In this case, the debate is between Peter Neupert, Corporate vice-president, Microsoft Health Solutions Group, vs. Deborah Peel, MD, Founder, Patient Privacy Rights and leader of the Coalition for Patient Privacy.
The readers are asked to vote upon whether they agree or disagree with this statement:
This house believes that any loss of privacy from digitising health care will be more than compensated for by the welfare gains from increased efficiency.Note the phrase "will be."
Readers are also permitted to post comments.
My response was as follows:
30/11/2010 19:16:26 pm
The premise of this entire debate is logically fallacious, in fact begging the question.
This statement implies proven or inevitable "gains" from health IT. This is far from certain.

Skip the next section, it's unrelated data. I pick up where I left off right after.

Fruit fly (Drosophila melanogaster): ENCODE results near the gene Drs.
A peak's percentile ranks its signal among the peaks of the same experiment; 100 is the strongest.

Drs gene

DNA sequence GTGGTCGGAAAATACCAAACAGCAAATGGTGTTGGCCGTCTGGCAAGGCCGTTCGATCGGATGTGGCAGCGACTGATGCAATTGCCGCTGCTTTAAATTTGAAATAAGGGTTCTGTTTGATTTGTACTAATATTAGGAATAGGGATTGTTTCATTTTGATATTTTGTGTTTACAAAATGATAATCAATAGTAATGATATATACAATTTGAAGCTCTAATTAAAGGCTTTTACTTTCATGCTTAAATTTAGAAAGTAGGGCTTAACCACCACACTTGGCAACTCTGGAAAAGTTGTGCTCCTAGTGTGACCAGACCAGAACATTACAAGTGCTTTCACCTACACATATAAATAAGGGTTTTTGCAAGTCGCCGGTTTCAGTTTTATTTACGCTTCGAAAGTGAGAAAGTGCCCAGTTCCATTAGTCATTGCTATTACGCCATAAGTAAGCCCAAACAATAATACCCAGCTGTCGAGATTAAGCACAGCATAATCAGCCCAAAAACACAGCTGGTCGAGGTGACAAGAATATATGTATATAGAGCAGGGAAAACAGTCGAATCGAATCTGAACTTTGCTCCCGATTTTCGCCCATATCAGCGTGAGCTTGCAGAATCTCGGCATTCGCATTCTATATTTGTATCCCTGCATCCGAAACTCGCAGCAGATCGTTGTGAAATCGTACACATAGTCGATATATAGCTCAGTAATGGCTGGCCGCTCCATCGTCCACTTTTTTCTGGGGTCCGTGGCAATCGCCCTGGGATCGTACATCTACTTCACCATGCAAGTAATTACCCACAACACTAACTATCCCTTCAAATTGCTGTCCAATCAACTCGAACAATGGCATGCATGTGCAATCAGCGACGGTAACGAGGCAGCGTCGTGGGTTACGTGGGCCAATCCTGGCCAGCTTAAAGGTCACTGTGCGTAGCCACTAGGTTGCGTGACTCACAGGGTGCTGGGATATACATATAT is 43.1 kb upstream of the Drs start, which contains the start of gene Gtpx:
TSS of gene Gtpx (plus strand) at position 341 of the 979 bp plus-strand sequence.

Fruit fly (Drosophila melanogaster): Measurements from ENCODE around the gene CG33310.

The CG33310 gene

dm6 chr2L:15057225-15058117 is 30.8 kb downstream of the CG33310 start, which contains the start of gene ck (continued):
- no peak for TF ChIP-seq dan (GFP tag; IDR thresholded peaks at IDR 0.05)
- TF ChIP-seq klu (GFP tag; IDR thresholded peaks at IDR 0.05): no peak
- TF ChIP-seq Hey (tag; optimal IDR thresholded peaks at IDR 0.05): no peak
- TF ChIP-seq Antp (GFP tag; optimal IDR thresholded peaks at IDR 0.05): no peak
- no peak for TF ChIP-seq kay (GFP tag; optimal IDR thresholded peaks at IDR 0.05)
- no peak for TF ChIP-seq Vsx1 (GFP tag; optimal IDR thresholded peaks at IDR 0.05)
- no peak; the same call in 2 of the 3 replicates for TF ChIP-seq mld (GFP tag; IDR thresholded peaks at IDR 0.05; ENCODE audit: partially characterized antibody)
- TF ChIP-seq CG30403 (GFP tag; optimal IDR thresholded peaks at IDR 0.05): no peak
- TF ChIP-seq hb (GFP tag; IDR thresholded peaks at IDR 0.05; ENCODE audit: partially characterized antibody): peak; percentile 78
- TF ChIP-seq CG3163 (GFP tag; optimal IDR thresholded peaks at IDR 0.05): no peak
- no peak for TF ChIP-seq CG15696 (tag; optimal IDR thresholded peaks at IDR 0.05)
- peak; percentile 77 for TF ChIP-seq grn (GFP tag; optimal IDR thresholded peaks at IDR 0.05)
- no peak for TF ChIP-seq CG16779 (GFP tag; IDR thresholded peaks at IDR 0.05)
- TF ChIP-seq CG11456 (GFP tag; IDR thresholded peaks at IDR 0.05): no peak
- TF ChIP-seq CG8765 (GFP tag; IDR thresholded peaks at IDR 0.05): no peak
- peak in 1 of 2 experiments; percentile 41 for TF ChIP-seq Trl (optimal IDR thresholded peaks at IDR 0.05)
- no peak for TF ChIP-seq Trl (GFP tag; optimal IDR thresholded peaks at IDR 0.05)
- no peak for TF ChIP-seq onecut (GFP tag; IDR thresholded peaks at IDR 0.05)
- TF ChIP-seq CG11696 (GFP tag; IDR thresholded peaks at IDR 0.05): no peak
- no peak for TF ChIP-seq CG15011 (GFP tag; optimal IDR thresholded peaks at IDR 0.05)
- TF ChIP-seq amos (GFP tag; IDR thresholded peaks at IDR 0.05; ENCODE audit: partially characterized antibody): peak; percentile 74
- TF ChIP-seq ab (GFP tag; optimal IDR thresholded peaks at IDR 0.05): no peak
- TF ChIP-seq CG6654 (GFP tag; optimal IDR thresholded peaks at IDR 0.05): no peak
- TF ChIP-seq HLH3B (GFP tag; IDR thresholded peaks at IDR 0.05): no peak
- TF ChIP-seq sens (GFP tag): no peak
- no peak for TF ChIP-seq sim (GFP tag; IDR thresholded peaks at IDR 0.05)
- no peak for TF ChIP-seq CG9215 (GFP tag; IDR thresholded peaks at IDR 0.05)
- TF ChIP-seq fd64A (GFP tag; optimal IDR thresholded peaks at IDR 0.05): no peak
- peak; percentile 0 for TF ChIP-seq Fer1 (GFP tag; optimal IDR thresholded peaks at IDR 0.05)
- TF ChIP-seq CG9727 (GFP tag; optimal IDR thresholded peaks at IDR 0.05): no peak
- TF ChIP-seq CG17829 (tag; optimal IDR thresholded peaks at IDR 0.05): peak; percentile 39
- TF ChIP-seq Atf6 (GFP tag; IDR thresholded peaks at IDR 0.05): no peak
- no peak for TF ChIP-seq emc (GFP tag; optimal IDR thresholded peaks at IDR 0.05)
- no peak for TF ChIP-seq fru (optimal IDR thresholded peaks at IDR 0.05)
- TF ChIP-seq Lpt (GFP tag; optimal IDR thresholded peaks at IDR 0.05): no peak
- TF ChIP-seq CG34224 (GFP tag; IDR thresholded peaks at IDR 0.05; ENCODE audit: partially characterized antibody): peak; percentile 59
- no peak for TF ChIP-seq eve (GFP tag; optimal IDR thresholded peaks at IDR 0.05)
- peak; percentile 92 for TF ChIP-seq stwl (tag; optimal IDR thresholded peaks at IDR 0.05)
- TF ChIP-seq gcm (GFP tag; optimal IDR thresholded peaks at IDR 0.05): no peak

Health IT such as electronic medical records systems and computerized order entry systems (CPOE) remain highly experimental medical devices. They are unregulated devices as well. Their effects on medical care can be toxic, and patients are exposed to these effects without informed consent. The "gains" attributed to them are increasingly doubted in a growing body of literature.
"Common examples of healthcare IT difficulties" at http://www.ischool.drexel.edu/faculty/ssilverstein/cases/
"2009 a pivotal year in healthcare IT"
for exposure to some of this literature.
In essence, management information systems and other business computing-derived approaches, customs and traditions for software design, development and lifecycle have proven ill suited in healthcare. Clinical computing and business computing are conflated; yet, they are two fundamentally different subspecialties of computing.
Further, medicine is a scientific discipline, yet the approach to IT in healthcare has been nearly devoid of science and critical thinking.